The One and Done Story

The One and Done Story

/ Operations, Strategy, Customer Experience, People
The One and Done Story

Positively impact your customers, agents, efficiency and brand.

“One and Done” is one of many monikers used to identify the importance of meeting and completing the customer’s objective on the first contact. Agents might be resolving a chat, email, or phone inquiry; the channel is irrelevant to the One and Done objective. Consumers appreciate it when issues are resolved the first time they contact a service provider. Sadly, far too often organizations are not structured to support One and Done. This puts the Customer Experience, company brand, margins, and market share at risk.

Repeat calls create additional costs while simultaneously negatively impacting the Customer Experience.

When customers must repeatedly follow up for status on orders, loans, returns, trades, appointments, etc., it represents a “load” that could be avoided if the first contact was One and Done.

The inefficiency and cost of handling contacts repeatedly is often blurred because Contact Center leaders are focused on other metrics. Among the challenges with metric focus is the assumption that all volume is valid, has value, and must be treated in a certain way. The fact is that repeat calls create additional costs while simultaneously negatively impacting the Customer Experience.

I once worked with a client with an organizational framework that demonstrated the company’s commitment to One and Done. This framework created a model that would ultimately impact not only the Contact Center’s One and Done capabilities but also improve cross-functional relationships, processes, procedures, and customer communication. The result was a stronger, more positive culture in the Contact Center and improved morale and team collaboration. Here are a few highlights.

One and Done Organizational Model

At first glance, the organizational model showed a structure that is like other Contact Centers. However, a closer look illuminated some differences. This organizational structure included one very unique team and several significant features.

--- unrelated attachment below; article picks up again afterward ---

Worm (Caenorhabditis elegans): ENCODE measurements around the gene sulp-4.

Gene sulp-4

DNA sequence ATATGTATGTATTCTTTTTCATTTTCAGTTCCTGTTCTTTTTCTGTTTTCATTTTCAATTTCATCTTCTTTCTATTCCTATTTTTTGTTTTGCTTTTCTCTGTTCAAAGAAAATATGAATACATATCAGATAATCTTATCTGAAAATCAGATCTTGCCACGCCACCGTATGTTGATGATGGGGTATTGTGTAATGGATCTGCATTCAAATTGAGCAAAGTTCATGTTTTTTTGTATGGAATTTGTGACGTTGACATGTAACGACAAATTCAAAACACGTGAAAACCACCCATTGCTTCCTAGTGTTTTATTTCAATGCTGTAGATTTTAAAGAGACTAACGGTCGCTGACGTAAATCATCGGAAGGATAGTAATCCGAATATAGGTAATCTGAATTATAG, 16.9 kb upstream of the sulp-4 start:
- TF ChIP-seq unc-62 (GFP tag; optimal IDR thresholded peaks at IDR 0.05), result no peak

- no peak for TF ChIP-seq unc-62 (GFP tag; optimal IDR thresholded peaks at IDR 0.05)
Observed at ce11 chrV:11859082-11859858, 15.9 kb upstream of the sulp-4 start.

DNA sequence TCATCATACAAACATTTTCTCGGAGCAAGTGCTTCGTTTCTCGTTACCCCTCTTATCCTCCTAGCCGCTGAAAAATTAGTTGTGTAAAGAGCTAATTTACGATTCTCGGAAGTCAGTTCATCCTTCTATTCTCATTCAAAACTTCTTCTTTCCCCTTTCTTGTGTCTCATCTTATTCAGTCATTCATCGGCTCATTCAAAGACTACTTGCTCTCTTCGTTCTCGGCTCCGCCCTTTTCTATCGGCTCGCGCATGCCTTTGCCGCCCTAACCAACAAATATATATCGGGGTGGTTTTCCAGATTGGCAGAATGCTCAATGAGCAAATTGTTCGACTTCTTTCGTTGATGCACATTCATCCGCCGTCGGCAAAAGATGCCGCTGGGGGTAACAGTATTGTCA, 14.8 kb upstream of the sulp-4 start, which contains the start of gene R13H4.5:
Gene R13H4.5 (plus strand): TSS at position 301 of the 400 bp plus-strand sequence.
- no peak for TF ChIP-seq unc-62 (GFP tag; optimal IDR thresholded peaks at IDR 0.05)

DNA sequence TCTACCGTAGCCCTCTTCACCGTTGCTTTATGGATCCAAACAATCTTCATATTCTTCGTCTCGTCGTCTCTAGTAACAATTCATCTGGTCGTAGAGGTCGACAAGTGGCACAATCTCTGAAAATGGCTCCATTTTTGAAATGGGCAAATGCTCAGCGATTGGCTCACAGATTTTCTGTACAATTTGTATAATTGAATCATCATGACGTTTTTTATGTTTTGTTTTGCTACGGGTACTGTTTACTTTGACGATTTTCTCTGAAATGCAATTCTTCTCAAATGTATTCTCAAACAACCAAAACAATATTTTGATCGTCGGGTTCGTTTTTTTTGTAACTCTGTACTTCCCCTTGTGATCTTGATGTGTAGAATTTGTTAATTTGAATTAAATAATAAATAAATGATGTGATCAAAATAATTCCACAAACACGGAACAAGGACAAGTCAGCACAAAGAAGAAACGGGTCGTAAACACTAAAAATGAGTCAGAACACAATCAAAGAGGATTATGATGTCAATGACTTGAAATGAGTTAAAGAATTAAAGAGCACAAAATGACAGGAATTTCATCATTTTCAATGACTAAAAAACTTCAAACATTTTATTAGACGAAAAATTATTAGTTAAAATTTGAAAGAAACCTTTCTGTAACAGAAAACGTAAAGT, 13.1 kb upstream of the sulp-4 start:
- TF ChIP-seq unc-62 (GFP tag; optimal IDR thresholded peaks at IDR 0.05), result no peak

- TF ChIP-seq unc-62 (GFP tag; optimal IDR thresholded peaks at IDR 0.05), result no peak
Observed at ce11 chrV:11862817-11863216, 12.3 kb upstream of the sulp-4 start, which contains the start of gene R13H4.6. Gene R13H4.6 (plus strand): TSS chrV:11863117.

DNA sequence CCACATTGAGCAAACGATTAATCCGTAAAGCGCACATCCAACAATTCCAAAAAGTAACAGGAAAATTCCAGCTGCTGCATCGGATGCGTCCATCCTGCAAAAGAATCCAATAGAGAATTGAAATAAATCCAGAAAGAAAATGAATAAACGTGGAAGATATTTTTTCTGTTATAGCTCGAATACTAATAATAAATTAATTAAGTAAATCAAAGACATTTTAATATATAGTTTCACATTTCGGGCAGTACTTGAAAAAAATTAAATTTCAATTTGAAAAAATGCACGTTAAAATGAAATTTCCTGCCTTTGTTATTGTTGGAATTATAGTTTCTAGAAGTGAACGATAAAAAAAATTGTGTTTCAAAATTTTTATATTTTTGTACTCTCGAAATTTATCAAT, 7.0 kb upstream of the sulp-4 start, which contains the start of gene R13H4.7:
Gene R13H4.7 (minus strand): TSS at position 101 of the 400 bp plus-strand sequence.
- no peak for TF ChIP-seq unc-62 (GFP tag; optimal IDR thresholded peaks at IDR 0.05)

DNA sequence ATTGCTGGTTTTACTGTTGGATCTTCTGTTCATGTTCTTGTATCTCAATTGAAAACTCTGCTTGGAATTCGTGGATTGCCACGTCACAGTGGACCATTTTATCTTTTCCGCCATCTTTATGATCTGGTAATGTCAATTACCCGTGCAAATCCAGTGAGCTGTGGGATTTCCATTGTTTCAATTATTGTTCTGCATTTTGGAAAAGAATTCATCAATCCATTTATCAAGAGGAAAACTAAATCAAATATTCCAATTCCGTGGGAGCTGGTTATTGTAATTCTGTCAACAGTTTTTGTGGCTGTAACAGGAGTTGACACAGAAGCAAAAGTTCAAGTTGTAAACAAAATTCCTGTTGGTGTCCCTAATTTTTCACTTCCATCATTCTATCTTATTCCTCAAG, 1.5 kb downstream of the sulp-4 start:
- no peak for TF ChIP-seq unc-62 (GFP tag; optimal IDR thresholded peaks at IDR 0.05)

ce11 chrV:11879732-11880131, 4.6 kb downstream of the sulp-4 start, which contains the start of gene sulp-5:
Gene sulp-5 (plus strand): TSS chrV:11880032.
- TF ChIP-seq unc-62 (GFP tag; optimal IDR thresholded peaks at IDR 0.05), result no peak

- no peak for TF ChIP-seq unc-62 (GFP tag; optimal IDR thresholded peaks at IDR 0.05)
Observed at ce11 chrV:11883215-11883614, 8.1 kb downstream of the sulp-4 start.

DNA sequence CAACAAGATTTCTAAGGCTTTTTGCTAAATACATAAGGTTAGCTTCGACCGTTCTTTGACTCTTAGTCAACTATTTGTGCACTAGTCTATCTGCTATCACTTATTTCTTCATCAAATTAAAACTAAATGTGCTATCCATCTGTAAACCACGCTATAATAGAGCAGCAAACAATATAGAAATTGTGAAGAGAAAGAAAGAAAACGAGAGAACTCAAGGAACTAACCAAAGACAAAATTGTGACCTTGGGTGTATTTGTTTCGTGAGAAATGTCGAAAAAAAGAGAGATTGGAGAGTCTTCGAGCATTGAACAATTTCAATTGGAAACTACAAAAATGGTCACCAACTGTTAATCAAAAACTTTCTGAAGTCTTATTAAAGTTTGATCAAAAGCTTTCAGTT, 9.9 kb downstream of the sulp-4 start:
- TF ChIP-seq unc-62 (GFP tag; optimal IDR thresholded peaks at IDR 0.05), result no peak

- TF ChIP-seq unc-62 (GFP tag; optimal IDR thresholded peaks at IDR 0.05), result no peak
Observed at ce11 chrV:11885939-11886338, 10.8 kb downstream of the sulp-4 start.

The model was designed to facilitate a quality experience for both agents and customers. When an acceleration of repeat calls was identified, a speech analytics engine put forward information not specifically asked for. In this case, it identified an increasing number of calls with phrases that began with statements such as, “This is the third time I’ve had to call.”

The Contact Center decided to examine the root cause of any callbacks to the company regarding the same issue that occurred within thirty days. The mission was to examine root cause of repeat calls to positively impact cost, efficiency, the Customer Experience, and agent morale. Like many other Contact Centers, agents had been taking the heat for conditions they could not change or information they could not find.

Formation of the Causal Analysis Team

In collaboration with the Contact Center Vice President (VP), the new Causal Analysis team was created. The team was positioned within the Business Operations Group; the VP designated a Director of Causal Analysis to lead the team.

The Causal Analysis team was charged with collecting root cause data on all callbacks that occurred within 30 days. Every callback recording was linked to all recordings in the chain to identify the sequence of events contributing to the callback. The data was collected and analyzed; reports were prepared to review findings and determine next steps. Prior to this time, no one had been charged with this task and repeat calls were straining the operation.

The percentage of callbacks was significantly reduced. Many discoveries were made, yielding both short- and long-term improvements.

The dedication of resources to understand transaction origins and act on transactions that yielded additional calls shone a light on the “causes” and what it would take to eliminate them. Very few of the findings could hold any agent behavior responsible. Processes, systems, cross-functional partners, performance, and communication to customers were identified as causal. Issues could be eliminated through process improvement, quality programs, technology improvements, and enhanced relationships with other business units.